adopted daughter. (109) Hoschander (1918) supposes that many other Persians who had daughters
there most likely did the same. (110) Besides, he remarks that Esther at the time of this event had not
yet been in the real harem. (111) The virgins, not yet being concubines, may have enjoyed the liberty
of communicating with their relatives. (112)
As far as Ahasuerus is concerned, we will give some reasons for which that identification of
the king with Xerxes I that we find in Moore (1975) has not always been accepted. First of all, the
biblical character does not lose any of his provinces. But Hoschander (1918) underlines that Xerxes
lost a considerable part of Asia Minor, in the sixth and seventh years of his reign, as most of the
Greek territories became independent after the battles of Salamis, Plataea and Mycale. (113) Then,
Hoschander (1918) points out an interpretative problem regarding Est. 1: 2, which states:

. (114) It was translated into Greek as:

(115) Quoting Jacob

(1890), Hoschander (1918) states that this phrase contains the special Egyptian term for the
coronation festivities of the Ptolemies. (116) He thus infers that the author evidently intends to inform
us that the king of our story did not feel himself secure in the possession of his throne at the
beginning of his reign. (117) e mut have a ival wh hallee hi iht t the the
Hoschander (1918) supposes. (118) But following such an inference- in the third year of his reign,
after having defeated his rival, and being now generally recognized as legitimate ruler and thus
firmly established on his throne, the king celebrated the event in the manner described. (119) Thus
38

Hoschander (1918) sees the initial banquet of the Scroll of Esther as a coronation feast. (120) If this
interpretation is true, the king cannot be identified with Xerxes. The latter being the son of Darius
and Atossa, the daughter of Cyrus the Great as Hoschander (1918) reminds us- his right to the
throne, after his accession, was not contested. (121)
Moreover, Hoschander (1918) remarks that the events narrated in the second chapter of
Esther could haly have ue etwee the thi a eveth yea Xexe ei e wa at
that time fully occupied with his preparations for the war against Greece. The advice of the
courtiers seems to have been carried out in the sixth year. But Xerxes was at that time in Greece.
(122)

The selection of Esther took place in the seventh year (Est. 2: 16). But as Hoschander (1918)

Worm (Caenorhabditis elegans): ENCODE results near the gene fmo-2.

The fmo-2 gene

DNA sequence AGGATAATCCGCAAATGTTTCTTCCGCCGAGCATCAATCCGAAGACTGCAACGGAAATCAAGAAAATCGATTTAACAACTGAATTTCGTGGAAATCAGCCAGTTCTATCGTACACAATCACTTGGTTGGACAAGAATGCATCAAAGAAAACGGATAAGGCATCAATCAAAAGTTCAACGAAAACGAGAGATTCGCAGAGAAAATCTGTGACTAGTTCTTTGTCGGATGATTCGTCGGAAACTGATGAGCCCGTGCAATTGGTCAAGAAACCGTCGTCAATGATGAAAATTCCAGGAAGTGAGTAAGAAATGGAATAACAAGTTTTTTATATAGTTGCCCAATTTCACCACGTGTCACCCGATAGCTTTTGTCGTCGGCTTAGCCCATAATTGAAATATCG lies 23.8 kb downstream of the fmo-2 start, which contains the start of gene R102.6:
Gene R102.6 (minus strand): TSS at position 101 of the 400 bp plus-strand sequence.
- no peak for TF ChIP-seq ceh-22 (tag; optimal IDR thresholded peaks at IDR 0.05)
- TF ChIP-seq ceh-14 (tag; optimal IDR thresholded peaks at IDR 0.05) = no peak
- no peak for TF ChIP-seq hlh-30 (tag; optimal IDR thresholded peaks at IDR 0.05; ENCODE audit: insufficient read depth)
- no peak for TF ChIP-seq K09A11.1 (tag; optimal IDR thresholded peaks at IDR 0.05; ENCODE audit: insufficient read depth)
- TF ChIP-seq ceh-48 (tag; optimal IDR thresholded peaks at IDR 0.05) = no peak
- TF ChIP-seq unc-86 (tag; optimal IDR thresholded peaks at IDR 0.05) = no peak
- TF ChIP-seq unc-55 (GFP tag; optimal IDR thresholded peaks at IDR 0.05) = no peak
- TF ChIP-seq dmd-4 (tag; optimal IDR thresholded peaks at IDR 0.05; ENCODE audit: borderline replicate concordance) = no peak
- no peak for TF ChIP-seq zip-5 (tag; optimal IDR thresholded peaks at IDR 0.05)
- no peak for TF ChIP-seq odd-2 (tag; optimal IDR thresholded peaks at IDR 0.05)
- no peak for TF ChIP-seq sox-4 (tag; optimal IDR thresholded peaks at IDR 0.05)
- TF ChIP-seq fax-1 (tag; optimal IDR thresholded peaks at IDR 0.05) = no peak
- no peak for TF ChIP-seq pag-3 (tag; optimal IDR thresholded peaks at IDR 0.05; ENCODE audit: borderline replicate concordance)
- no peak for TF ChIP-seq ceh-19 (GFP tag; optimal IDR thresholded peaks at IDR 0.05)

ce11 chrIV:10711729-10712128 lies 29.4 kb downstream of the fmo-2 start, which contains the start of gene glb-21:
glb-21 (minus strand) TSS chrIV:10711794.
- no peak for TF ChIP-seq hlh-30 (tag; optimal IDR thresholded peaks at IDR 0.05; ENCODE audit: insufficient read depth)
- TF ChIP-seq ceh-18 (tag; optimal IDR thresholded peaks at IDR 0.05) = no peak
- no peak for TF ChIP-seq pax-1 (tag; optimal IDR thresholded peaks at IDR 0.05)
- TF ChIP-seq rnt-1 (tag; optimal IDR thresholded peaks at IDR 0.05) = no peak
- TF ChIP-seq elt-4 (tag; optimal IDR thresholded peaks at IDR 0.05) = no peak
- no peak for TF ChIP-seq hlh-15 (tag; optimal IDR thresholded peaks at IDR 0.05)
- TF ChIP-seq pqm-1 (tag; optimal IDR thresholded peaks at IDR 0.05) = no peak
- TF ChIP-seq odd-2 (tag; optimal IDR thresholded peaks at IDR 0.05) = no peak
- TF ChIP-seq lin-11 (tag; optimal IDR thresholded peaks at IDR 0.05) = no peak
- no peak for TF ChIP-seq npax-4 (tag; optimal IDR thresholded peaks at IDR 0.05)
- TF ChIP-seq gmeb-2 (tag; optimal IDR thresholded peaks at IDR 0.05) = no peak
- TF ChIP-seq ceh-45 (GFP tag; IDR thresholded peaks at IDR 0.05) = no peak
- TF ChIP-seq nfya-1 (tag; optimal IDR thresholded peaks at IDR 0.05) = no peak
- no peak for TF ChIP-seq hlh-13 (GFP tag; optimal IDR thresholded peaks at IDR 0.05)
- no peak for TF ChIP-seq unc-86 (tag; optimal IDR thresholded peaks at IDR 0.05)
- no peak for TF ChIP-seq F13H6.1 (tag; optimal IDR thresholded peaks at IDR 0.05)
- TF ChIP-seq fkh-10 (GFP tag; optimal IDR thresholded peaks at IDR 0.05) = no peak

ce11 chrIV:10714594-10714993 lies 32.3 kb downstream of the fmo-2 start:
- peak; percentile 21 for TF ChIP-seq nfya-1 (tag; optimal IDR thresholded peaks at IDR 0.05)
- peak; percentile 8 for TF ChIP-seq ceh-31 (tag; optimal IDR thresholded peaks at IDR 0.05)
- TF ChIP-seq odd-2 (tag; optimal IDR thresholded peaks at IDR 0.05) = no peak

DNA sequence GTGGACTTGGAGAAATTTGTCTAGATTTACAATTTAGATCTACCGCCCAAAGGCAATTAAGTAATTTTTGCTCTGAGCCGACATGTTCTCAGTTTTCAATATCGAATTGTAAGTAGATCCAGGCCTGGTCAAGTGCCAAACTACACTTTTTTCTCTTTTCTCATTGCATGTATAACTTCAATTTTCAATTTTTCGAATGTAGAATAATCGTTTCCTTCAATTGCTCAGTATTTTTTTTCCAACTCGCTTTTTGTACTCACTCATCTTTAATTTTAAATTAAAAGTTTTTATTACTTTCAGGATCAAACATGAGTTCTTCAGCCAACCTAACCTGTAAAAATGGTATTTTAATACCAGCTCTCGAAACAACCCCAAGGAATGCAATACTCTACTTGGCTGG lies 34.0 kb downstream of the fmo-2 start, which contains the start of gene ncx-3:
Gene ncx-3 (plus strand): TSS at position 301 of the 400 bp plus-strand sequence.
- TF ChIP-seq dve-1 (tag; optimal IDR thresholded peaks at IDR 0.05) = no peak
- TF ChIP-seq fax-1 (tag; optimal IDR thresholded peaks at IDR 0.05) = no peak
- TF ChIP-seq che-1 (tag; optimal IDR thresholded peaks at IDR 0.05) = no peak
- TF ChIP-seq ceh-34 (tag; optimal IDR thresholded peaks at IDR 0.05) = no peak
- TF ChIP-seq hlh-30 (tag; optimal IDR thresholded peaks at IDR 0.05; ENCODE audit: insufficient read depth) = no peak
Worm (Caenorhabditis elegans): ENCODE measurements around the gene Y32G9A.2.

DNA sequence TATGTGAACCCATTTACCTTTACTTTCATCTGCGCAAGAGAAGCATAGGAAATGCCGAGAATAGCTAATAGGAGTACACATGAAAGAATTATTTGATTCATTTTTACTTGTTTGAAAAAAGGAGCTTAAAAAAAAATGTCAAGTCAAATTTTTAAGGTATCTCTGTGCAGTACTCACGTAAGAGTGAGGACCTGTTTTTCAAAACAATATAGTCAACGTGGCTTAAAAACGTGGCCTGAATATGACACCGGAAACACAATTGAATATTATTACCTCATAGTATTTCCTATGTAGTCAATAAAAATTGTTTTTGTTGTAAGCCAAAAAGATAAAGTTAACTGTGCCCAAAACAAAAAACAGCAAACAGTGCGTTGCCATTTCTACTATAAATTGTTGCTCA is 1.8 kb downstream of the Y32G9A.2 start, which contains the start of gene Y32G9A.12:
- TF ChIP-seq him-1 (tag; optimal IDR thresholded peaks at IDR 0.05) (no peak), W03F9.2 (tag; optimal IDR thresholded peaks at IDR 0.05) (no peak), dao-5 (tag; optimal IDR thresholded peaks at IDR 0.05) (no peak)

supposes- the teti the the vii, ee Ethe tu ame, mut have late eveal
months. (123) We would have to assume that Xerxes at that time was already back from Sardis. Such
an assumption is seen by Hoschander (1918) as not impossible, but rather improbable. (124)
Whe the auth the k ept ama ealy pla, he im u that it wa elate
t the Jew ue the ule taxexe (125) Hoschander (1918) reads this limitative statement as
implying that there were Jews outside of the Persian Empire. (126) But he realizes that Herodotus
does not know anything about the Judeans, i.e. it is probable that no Jews lived at that time among
the Greeks. (127) An assumption that Jews lived among the Scythians is not to be considered,
according to Hoschander (1918). (128) As far as Carthage is concerned, he knows no record of the
existence of Jews among the Carthaginians. (129) Hence he finds highly improbable that Jews existed
outside of the Persian empire at the time of Xerxes. (130)
ama ay t the ki hee i a etai ati attee am the ati thuhut
all yu kim (131) Thus Hoschander (1918) infers that the Jews at the period of our story had
already settled in all parts of the Persian empire. (132) If those events occurred under the reign of
Xerxes, he judges it hardly credible that such a dispersion should have been accomplished in the
relatively short space of about sixty years. (133)
A debated historical question is also the decreed slaughter on ethnical bases. Hoschander
(1918) states that, in post-exilic times, the hatred against the Jews was never directed against the
Jewish race, but against the Jewish religion. (134) It was always the aim of intolerant rulers to compel
the Jews to abandon their exclusive position, and this task could not be accomplished except by
means of persecution. (135) But Hoschander (1918) underlines that the Jew who became a pagan, or
embraced Christianity or Islam, was just as safe as one of the other races. (136) He remembers that
the Judeans who abandoned their religion could also attain to the highest dignity in the Christian
hierarchy. (137) Hoschande (11) eie ama ati withut a paallel i aiet hity (138)
Hoschander (1918) admits like Littman (1975)- that Xerxes was a fanatical adherent of the
39

Zoroastrian religion and that he even removed the statue of Bel-Marduk from the Babylonian
temple. (139) Hoschander (1918) supposes that this could have been a mere political measure to
abolish the kingdom of Babylonia as an independent entity (140) hweve, he a that Xexe I
Zoroastrian faith plausibly made him hate the worship of idols. (141) According to Hoschander
(1918), this very characteristic of his religion would demonstrate that he could not be hostile to
Judaism, with which he shared the refusal of divine images and monotheism. On the other hand,
Hoschander (1918) states that the Jews were admirers of the Persian religion. (142) However, Littman
(1975) quoting Lewy (1939)- uelie that the Jew wee aete y Xexe eeati
auk temple a mpae it t euhaea etuti thei w emple (143)
We have aleay metie the eek talati the ki ame, that
whih appea i the XX we have ee, Jephu he t ietiy him with Xexe , ie
Artaxerxes I (465/4 BCE 424 BCE). He actually experienced a troubled succession, like
Ahasuerus probably did, according to the reasoning above. Xerxes was killed in a conjure and his
son obtained the throne thanks to the courtier Artapanus. The latter was the same plotter that had
aae the ki aaiati, lami Xexe aiu it tapau ha ate with the
complicity of Aspamitres, a eunuch. This are the facts recorded by Ctesias in his Persica (33). The